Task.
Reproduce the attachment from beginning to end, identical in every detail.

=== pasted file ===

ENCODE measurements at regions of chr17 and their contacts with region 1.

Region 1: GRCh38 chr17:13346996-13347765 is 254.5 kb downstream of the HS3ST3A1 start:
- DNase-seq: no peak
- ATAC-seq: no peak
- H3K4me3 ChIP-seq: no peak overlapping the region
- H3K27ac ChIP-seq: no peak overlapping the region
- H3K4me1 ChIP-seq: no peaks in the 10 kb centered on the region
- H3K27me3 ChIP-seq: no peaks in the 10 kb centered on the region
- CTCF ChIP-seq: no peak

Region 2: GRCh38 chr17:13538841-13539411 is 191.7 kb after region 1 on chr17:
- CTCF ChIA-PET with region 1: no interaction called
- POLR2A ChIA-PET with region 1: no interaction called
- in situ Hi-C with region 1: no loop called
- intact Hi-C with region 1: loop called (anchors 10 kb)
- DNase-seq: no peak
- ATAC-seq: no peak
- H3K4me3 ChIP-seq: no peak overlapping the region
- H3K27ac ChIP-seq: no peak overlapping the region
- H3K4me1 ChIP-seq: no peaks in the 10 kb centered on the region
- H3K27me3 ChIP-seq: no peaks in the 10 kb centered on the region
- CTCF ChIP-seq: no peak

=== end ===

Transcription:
ENCODE measurements at regions of chr17 and their contacts with region 1.

Region 1: GRCh38 chr17:13346996-13347765 is 254.5 kb downstream of the HS3ST3A1 start:
- DNase-seq: no peak
- ATAC-seq: no peak
- H3K4me3 ChIP-seq: no peak overlapping the region
- H3K27ac ChIP-seq: no peak overlapping the region
- H3K4me1 ChIP-seq: no peaks in the 10 kb centered on the region
- H3K27me3 ChIP-seq: no peaks in the 10 kb centered on the region
- CTCF ChIP-seq: no peak

Region 2: GRCh38 chr17:13538841-13539411 is 191.7 kb after region 1 on chr17:
- CTCF ChIA-PET with region 1: no interaction called
- POLR2A ChIA-PET with region 1: no interaction called
- in situ Hi-C with region 1: no loop called
- intact Hi-C with region 1: loop called (anchors 10 kb)
- DNase-seq: no peak
- ATAC-seq: no peak
- H3K4me3 ChIP-seq: no peak overlapping the region
- H3K27ac ChIP-seq: no peak overlapping the region
- H3K4me1 ChIP-seq: no peaks in the 10 kb centered on the region
- H3K27me3 ChIP-seq: no peaks in the 10 kb centered on the region
- CTCF ChIP-seq: no peak